The Space Merchants

Review

In our current day and age, consumerism is the rule for many. Following the desolation of the Second World War, the planet braced itself for more trouble in the form of nuclear destruction. Despite the bleak situation, a new type of class was emerging in America: The Middle. This so-called nuclear family consisted of Mom, Dad, Junior, and the ever adorable Tammy. Dad came back from war, married Mom, and together, they played their part in the Baby Boom. Unemployment seemed a thing of the past as more jobs were available, and Dad could provide for the family, whilst Mom had the kitchen to worry about (no sexism intended).

Published in a single volume in 1953, The Space Merchants is an industrial thriller that examines excess and materialism. Frederik Pohl and Cyril M. Kornbluth invite us to a world that is quite familiar and worryingly relevant to our current circumstances.

Plot

In the late 20th Century, corporations have replaced governments as the ruling power. The world is overpopulated, products contain addictive substances to control the masses, and vital resources such as fuel and water are rare. Even something as simple as a rickshaw ride is considered a luxury.

The planet Venus had been measured and judged suitable for human settlement. Mitch Courtenay, our protagonist, works as a star-class copywriter in the Fowler Schocken advertising agency, and is assigned the ad campaign which would attract colonists to Venus. However, a conspiracy unfolds as Mitch is betrayed by people within Fowler Schocken and ends up working as an ordinary stiff for the company.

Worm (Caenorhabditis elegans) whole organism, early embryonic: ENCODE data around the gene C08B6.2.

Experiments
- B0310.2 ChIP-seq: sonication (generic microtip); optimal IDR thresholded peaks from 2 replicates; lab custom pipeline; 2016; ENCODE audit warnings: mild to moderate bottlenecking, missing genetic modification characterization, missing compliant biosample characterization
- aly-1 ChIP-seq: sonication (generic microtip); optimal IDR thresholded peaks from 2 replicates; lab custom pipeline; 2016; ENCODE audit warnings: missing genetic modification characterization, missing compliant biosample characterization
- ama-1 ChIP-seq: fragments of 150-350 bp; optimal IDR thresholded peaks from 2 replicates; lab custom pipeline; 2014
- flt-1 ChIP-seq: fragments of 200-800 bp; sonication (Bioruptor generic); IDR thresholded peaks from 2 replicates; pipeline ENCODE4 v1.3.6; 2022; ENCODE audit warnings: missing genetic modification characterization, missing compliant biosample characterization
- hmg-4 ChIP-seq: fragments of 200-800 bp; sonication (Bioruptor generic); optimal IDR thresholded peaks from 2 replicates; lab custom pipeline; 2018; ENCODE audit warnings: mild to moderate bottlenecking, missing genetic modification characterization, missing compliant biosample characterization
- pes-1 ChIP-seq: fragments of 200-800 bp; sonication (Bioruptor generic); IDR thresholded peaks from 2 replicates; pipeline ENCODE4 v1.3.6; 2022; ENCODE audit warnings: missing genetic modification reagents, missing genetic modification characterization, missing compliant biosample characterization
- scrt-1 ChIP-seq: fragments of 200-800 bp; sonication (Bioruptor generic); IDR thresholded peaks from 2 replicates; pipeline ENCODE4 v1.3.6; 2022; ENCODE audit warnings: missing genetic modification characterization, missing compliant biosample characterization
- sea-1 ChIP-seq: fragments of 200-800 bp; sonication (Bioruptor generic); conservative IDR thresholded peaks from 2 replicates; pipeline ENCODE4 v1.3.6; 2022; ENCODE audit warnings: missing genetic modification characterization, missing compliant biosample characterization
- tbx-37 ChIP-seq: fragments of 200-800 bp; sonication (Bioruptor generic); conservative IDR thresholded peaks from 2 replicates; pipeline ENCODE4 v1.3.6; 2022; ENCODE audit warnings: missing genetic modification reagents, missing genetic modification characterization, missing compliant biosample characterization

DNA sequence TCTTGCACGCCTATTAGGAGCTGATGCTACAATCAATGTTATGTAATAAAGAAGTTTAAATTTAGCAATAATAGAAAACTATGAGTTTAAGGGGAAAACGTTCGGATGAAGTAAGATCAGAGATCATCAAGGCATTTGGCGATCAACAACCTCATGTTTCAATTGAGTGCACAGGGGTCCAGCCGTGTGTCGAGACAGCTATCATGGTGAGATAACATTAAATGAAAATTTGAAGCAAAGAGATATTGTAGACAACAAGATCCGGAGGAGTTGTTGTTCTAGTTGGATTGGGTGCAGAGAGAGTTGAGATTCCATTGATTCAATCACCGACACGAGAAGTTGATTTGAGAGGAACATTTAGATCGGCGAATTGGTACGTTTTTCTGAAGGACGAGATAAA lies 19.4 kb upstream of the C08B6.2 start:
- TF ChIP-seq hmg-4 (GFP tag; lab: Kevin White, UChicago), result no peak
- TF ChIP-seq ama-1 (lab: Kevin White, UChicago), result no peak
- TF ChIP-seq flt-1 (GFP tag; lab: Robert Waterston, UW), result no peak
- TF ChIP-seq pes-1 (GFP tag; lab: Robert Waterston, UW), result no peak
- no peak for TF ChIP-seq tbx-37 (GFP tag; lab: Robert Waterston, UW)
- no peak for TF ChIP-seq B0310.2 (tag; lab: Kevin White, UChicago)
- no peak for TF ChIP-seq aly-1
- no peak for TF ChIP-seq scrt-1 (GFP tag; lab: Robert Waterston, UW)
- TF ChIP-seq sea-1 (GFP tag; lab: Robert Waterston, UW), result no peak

With no ID card to reclaim his old identity, Mitch uses his skills to create propaganda for a group of communist revolutionaries, and in a twist of fate, becomes a hero to the common people he used to take advantage of. In a race against time, Mitch must uncover the conspiracy and discover why he was betrayed.

Themes and Concepts

The Space Merchants is famous among science-fiction novels for giving an accurate representation of what the future had in store for consumerism. The abovementioned Baby Boom was a time period (from 1946 to 1964) that saw a significant increase of the birth rate in the US. Pohl and Kornbluth predated the fears of environmentalist groups concerning the effects that population growth will have on natural resources – specifically, petroleum and water.

The novel’s satirical tone assaults the corporate world of advertising, from its sociopathic CEOs to its bandwagon protagonist, who goes about his day-to-day drudgery, before realizing that the entire system he’s come to love is really a totalitarian state. This kind of awakening could be seen today in the selfless intentions of conspiracy theorists and whistle-blowers, using the Internet as their weapon of choice in alarming the masses.

Pros and Cons

Pros: The Space Merchants is a highly dazzling piece of science-fiction. Its originality and pacing will keep the reader focused for a good week or two. Readers will also take delight in knowing that Pohl worked in an advertising agency in order to keep the novel fresh and exact to the truth.

Cons: On the other hand, the characters aren’t very memorable and the ending leaves a lot to be desired. That is to say, the build-up results in a predictable and formulaic conclusion.

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